FacebookTwitterGoogle+RedditEmail

The Party of Hard Work

by FIRMIN DeBRABANDER

A truism often repeated by Republicans in the wake of the recent elections is that they must do a better job appealing to Latino voters in coming years. This opinion surfaced before the election, too, but now it is clearer than ever to the party faithful. Conservatives recognize that their hard-line positions against immigration have earned them few friends in the Latino community (and in the Asian-American community, which columnist David Brooks says is a growing voting bloc the GOP must contend with, too). And yet, I have heard conservatives say on several occasions—most recently in a heated discussion between Sean Hannity and Ann Coulter the day after the election—that Latinos should, or will ultimately find the GOP appealing, because at bottom they are a hard-working people.

For his part, Hannity concluded that the election was a defeat for hard working Americans; Obama prevailed because he held a hand out to all those who don’t work hard—or won’t work hard, especially now that they have continued government assistance to rely on. The Obama platform, Hannity claimed, appealed to the inner adolescent in us—the inner slacker who wants everything handed to us on a platter. The GOP, meanwhile, took a harder, more responsible—more adult stance—and paid for their courage.

The Republicans are the Party of Hard Work: this is their self-fancied image. During the campaign, Mitt Romney backtracked considerably on his controversial statement that 47% of the electorate are free-loaders who don’t work hard—who mooch off the rest of us—and comprise a burden of dependence that the rest have to carry around like a mill-stone.

And yet, after the election this much disavowed ‘47% doctrine’ surged forth with a vengeance, revealing that it was no minor complaint or fringe opinion on the right, but rather, a mainstream conservative view all along: the country is divided between those who work hard, and those who don’t—and the GOP is the mature party that appeals to the former. So long as Latinos are a hard working people, they’ll come around to the GOP sooner or later.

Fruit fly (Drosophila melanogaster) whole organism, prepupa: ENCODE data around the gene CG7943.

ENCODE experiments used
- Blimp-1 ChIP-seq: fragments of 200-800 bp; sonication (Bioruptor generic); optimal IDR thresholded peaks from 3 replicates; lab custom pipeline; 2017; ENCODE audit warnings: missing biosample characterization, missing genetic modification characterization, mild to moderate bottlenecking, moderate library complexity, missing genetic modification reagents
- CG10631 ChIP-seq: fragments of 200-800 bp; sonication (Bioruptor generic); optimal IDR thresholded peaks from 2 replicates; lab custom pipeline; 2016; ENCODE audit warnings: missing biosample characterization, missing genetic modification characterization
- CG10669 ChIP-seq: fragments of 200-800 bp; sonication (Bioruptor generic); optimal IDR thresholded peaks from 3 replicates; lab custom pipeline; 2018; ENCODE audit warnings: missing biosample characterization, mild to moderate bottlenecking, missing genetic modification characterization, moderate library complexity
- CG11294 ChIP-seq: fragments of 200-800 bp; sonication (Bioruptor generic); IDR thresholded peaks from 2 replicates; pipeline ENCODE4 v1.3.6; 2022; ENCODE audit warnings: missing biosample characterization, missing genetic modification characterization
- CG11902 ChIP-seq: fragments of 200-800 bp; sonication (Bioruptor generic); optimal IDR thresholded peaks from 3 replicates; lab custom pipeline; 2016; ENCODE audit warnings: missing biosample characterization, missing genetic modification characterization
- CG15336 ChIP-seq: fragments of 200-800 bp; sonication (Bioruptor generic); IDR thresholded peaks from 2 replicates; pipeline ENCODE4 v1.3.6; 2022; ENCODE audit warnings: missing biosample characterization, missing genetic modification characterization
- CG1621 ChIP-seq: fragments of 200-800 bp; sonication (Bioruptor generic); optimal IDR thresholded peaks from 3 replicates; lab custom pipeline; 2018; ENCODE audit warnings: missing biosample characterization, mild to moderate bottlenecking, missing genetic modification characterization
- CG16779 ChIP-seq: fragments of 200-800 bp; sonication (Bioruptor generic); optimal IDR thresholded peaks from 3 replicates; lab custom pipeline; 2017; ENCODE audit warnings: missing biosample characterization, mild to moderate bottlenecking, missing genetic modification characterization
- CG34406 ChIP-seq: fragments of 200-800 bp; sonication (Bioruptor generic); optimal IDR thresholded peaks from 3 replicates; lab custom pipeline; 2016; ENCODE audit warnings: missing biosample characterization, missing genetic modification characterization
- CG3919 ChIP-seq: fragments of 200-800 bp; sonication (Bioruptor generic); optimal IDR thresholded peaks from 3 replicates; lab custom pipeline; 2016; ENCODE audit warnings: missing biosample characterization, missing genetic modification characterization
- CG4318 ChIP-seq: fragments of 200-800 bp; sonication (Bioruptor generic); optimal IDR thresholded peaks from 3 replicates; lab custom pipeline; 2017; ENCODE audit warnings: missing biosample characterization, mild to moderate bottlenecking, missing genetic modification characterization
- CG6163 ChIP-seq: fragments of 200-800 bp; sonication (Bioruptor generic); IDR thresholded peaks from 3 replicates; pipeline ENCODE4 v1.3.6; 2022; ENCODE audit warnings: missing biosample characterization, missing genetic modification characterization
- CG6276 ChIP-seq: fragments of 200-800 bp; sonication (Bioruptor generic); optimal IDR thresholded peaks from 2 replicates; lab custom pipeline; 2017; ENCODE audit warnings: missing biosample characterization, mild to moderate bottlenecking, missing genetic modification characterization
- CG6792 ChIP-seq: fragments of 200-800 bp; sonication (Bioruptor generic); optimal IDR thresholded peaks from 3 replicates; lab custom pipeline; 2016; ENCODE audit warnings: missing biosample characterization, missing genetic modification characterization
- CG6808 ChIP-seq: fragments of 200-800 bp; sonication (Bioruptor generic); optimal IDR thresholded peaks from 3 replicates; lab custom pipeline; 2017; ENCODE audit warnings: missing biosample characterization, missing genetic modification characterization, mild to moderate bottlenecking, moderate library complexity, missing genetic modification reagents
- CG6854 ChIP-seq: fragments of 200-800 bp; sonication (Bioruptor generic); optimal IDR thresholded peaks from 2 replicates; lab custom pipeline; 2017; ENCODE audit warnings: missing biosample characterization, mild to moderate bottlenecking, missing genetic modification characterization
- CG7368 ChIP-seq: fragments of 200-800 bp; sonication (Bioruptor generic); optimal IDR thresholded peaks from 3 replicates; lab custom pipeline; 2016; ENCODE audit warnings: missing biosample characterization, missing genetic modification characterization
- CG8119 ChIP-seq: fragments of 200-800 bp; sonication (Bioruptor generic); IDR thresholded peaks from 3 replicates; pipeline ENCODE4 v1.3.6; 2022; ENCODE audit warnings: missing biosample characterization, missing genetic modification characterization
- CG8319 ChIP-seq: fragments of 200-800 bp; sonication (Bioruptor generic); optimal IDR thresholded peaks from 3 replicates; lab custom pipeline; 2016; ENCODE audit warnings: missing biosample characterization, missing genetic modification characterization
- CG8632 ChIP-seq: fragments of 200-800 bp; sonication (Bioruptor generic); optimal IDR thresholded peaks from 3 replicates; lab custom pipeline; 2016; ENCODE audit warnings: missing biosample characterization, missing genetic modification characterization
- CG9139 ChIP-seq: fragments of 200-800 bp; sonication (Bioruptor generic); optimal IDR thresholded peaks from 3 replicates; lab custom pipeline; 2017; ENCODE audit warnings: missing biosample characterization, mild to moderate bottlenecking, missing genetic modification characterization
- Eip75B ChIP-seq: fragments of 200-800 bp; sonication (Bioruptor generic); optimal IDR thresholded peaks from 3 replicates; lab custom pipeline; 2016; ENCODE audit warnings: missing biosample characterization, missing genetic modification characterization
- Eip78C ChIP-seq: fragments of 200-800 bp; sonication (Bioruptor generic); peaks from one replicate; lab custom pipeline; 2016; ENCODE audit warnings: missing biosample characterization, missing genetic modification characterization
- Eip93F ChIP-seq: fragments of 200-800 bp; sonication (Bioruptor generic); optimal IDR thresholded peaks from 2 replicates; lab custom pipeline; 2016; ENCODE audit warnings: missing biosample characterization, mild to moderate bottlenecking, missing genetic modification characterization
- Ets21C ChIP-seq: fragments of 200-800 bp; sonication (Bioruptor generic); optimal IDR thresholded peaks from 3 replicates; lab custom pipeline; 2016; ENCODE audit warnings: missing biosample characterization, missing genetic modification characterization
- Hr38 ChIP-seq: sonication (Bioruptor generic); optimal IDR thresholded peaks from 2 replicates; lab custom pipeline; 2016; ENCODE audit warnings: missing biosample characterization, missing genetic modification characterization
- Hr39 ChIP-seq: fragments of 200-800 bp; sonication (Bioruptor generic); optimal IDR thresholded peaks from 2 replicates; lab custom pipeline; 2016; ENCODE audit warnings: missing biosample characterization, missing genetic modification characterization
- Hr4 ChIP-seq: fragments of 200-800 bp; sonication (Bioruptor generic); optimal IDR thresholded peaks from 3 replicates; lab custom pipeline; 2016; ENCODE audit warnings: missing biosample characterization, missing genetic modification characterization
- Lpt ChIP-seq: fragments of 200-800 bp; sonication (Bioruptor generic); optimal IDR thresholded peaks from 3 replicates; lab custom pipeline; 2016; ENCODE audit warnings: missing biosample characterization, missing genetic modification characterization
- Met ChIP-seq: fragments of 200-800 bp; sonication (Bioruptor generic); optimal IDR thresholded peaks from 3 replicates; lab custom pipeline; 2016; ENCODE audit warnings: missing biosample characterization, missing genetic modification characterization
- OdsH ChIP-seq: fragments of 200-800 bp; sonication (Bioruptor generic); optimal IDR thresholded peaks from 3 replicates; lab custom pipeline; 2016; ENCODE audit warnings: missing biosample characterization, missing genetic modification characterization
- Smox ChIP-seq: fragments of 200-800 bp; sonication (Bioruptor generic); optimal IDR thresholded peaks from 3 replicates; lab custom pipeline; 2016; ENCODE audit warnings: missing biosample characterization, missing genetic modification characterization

This view is horribly misguided—or worse. It’s insulting to suggest that the Democratic wing is comprised of folk who have flocked there because they don’t want to or like to work hard—because they’re lazy, indolent, incompetent slackers. Where do conservatives get this conceit that they are the hard workers among us—indeed, the only ones, on the backs of whom everyone else is getting a free ride? It’s willful ignorance to cling to this pretense; it requires not looking at others, really assessing their lives, and seeing how people work and toil in different ways, under vastly different circumstances, but struggle nonetheless. Are there free-loaders among the Democrats’ ranks? Sure—but a recent study revealed that Republican leaning districts rely more on government support than their Democratic counterparts (“With Tax Comments, Romney wades into a Conservative Rift,” NY Times, 9/19/12). The characterization that Democrats are lazy moochers, and Republicans hard working Americans is too facile.

I might add that there is also a strong whiff of bigotry behind this view of things. Again harping on the lack of Latino support for Romney, a recent NY Post editorial stated that “Most Latinos are fundamentally conservative, in the sense of traditional values; the various Hispanic communities are church- and family-oriented. And Latinos are not afraid of hard work. In short, they would seem to be a natural fit for the GOP.” (NY Post, 11/8/12) The suggestion is clear: Latinos will come around to the GOP because they are a race of inherently industrious people. This of course implies the opposite, namely that there are races who are not naturally inclined to work hard—races that are inherently lazy—a common refrain from more shameful periods of American history. The inherently lazy races naturally vote for the Democrats’ handouts; the GOP does not want those races. In that case, Mitt was right: why even try for their vote? Republicans cannot lament how they lost the African American vote resoundingly, since their polemics elicit a racist code, intentionally or not.